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Frequently Asked Questions

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Engine Operation/Maintenance Safety

What are some safety tips to follow when operating and maintaining a small engine?

Small engines must burn fuel and induce electricity. Each of these involves special safely considerations - so you need to observe the precautions for both. Keep the following rules in mind, and you will simplify the job of safely operating, maintaining and repairing your small engine.

Operating Conditions

If you need to run an engine to test your maintenance or repair work:

  • Never run an engine indoors.

  • Turn off the engine before leaving the area - even for a few seconds.

  • Do not operate the engine in dry grass or near combustible material, gasoline or other flammable liquids.

  • Keep combustible materials away from the muffler.

  • Avoid running an engine at high speeds or in excess of the manufacturer's specifications.

  • Make sure the muffler is in place before starting the engine.

  • Pull the starter cord slowly until you feel resistance, then pull rapidly to start; this helps prevent injury to your hand and arm.

  • Do not crank the engine with the spark plug removed if the engine is flooded, place the throttle in the FAST position and crank until the engine starts.

  • To stop the engine, gradually reduce engine speed. Then, turn the key to OFF or move the controls to the OFF or STOP position.

  • When operating equipment on unimproved land covered by grass or bush, install a spark arrester - - designed to trap sparks discharged from the engine.

  • Keep equipment flat on the ground when it is operating. Never tilt it at a sharp angle.

  • Keep hands and feet away from moving or rotating parts on the engine or equipment.

Gasoline Safety

The only place where engine fuel and sparks should interact is in the combustion chamber. To reduce fire hazards:

  • Never light a match or other flammable material near an engine.

  • Avoid using power tools or other equipment that generates sparks where fuel vapors may be present.

  • Allow the engine to cool before removing the fuel cap or filling the tank.

  • Replace a fuel line or fitting if it is leaky or cracked.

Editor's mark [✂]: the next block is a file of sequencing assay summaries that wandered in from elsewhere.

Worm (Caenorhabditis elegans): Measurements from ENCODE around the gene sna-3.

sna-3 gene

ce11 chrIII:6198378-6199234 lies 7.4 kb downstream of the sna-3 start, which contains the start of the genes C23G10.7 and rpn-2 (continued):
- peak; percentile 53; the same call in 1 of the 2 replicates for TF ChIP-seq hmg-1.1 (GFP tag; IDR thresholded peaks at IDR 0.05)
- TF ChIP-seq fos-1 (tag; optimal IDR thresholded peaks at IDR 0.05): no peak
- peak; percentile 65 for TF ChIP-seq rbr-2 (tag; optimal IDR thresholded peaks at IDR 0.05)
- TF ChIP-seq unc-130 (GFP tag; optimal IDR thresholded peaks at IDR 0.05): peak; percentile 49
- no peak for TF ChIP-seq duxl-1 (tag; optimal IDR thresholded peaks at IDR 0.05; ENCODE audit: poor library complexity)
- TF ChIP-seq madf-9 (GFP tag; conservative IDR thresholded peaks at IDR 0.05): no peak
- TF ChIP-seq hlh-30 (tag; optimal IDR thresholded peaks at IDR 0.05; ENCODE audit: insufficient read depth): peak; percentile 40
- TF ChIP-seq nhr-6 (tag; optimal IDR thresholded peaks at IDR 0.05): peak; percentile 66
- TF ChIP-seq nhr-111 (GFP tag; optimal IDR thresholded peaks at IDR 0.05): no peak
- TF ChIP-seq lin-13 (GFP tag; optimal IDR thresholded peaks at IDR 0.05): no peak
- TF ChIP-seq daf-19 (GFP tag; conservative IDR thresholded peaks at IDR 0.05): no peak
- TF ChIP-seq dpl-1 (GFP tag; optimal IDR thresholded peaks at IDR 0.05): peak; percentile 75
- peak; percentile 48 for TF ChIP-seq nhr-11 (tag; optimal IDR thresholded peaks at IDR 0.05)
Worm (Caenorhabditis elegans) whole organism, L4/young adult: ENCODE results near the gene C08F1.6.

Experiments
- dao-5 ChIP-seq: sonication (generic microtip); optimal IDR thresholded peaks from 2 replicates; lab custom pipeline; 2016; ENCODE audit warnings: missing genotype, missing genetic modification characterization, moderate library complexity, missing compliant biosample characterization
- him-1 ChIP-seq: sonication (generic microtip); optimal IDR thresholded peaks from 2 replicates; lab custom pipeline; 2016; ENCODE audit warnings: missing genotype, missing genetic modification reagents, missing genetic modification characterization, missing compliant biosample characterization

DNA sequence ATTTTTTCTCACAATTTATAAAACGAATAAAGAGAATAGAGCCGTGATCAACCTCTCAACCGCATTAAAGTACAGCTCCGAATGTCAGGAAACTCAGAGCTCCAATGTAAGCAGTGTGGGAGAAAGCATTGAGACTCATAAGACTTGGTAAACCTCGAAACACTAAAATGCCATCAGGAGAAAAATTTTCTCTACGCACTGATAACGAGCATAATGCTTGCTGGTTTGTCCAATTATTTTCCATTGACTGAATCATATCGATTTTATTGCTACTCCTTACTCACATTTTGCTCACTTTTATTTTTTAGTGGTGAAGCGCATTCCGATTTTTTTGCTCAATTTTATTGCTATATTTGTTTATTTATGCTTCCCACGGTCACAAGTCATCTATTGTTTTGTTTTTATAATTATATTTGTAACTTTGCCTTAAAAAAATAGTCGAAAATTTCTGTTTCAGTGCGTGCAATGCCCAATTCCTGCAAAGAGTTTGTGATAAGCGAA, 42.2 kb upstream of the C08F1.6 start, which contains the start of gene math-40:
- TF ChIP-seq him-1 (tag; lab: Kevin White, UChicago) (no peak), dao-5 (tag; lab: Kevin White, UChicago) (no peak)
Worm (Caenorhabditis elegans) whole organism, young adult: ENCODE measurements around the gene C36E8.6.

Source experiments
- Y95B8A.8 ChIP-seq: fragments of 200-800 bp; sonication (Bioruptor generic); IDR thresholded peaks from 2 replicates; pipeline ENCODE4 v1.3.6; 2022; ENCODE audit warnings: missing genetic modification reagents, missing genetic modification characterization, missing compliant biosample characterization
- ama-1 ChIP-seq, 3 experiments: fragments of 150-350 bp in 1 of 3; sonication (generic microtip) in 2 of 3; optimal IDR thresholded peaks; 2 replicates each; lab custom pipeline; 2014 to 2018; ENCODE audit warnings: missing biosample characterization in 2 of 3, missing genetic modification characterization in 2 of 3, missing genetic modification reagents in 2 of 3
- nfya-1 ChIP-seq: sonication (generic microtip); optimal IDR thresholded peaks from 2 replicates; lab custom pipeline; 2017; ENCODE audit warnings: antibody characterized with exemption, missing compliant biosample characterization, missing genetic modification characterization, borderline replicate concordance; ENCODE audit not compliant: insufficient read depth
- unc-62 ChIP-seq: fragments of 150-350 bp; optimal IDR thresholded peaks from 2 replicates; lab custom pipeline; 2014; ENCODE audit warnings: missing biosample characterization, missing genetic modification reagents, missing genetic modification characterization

• Keep gasoline, solvents and other flammables out of reach of children. Store gasoline in UL-approved non-spill containers. Label flammable materials containers clearly for quick identification.

  • Never smoke while using, servicing or refueling an engine.

Safe Maintenance

To make small engine maintenance and repair tasks easier and safer:

  • Make sure you have ample work space, with easy access to the tools you need.

  • Use the correct tools for each job

  • Keep an approved fire extinguisher in a familiar location near you work area.

  • Learn engine shutoff procedures so you can respond quickly in an emergency.

  • Disengage the cutting blade, wheels or other equipment, if possible, before starting the engine.

  • Disconnect the spark plug wire to prevent accidental starting when you are servicing the engine.

  • Always disconnect the wire from the negative terminal when servicing an electric starter motor.

  • Check that a spark plug or spark plug tester is attached to the engine before cranking.

  • Avoid contact with hot engine parts, such as the muffler, cylinder head or cooling fins.

  • Never strike the flywheel with a hammer or hard object; it may cause the flywheel to shatter during operation.

  • Make sure the air cleaner assembly and blower housing are in place before starting the engine.

  • Remove any fuel from the tank and close the fuel shutoff valve before transporting an engine.

  • Use only the original manufacturer's replacement parts; any other parts may damage the engine and create safety hazards.

  • Keep engine speed settings within manufacturer specifications. High speeds can ruin the engine.

Protecting Your Health

Fire, electric shock and asphyxiation are not the only dangers when working with small engines. Take care to avoid long-term or sudden injury to your eyes, ears, lungs, feet and back:

  • Keep your feet, hands and clothing away from moving engine and equipment components.

  • Use eye protection when you work with engines or power tools.

  • Wear ear protection to reduce the risk of gradual hearing loss from exposure to engine noise.

  • Wear a face mask, if required, when working with chemicals.

  • Wear specially designed gloves to protect against heat, harmful chemicals and sharp objects.

  • Wear safety shoes to protect against falling objects; Safety shoes have soles that won't deteriorate when exposed to gasoline or oil.

  • Use proper lifting techniques and seek help with heavy lifting.



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